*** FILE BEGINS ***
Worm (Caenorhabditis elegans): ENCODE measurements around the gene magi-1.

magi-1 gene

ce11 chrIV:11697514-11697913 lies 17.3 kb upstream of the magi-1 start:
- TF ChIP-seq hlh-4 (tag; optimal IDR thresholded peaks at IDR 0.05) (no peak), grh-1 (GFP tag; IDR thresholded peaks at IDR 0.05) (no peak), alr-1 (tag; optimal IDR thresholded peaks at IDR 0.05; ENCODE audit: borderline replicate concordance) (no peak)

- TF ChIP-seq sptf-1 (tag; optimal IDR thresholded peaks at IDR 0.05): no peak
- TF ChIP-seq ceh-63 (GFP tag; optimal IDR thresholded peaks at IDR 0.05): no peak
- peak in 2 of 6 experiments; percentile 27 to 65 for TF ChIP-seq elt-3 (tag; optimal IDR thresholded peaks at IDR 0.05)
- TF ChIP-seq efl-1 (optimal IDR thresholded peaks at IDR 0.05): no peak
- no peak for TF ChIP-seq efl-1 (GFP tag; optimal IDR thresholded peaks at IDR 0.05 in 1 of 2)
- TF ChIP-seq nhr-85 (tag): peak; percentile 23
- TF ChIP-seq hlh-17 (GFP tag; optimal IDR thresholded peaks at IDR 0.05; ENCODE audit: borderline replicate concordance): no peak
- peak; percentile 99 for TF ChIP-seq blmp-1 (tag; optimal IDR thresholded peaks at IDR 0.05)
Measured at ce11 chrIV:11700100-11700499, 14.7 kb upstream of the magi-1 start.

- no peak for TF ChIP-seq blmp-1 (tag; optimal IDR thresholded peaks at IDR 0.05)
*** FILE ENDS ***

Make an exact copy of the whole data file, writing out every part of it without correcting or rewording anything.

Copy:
Worm (Caenorhabditis elegans): ENCODE measurements around the gene magi-1.

magi-1 gene

ce11 chrIV:11697514-11697913 lies 17.3 kb upstream of the magi-1 start:
- TF ChIP-seq hlh-4 (tag; optimal IDR thresholded peaks at IDR 0.05) (no peak), grh-1 (GFP tag; IDR thresholded peaks at IDR 0.05) (no peak), alr-1 (tag; optimal IDR thresholded peaks at IDR 0.05; ENCODE audit: borderline replicate concordance) (no peak)

- TF ChIP-seq sptf-1 (tag; optimal IDR thresholded peaks at IDR 0.05): no peak
- TF ChIP-seq ceh-63 (GFP tag; optimal IDR thresholded peaks at IDR 0.05): no peak
- peak in 2 of 6 experiments; percentile 27 to 65 for TF ChIP-seq elt-3 (tag; optimal IDR thresholded peaks at IDR 0.05)
- TF ChIP-seq efl-1 (optimal IDR thresholded peaks at IDR 0.05): no peak
- no peak for TF ChIP-seq efl-1 (GFP tag; optimal IDR thresholded peaks at IDR 0.05 in 1 of 2)
- TF ChIP-seq nhr-85 (tag): peak; percentile 23
- TF ChIP-seq hlh-17 (GFP tag; optimal IDR thresholded peaks at IDR 0.05; ENCODE audit: borderline replicate concordance): no peak
- peak; percentile 99 for TF ChIP-seq blmp-1 (tag; optimal IDR thresholded peaks at IDR 0.05)
Measured at ce11 chrIV:11700100-11700499, 14.7 kb upstream of the magi-1 start.

- no peak for TF ChIP-seq blmp-1 (tag; optimal IDR thresholded peaks at IDR 0.05)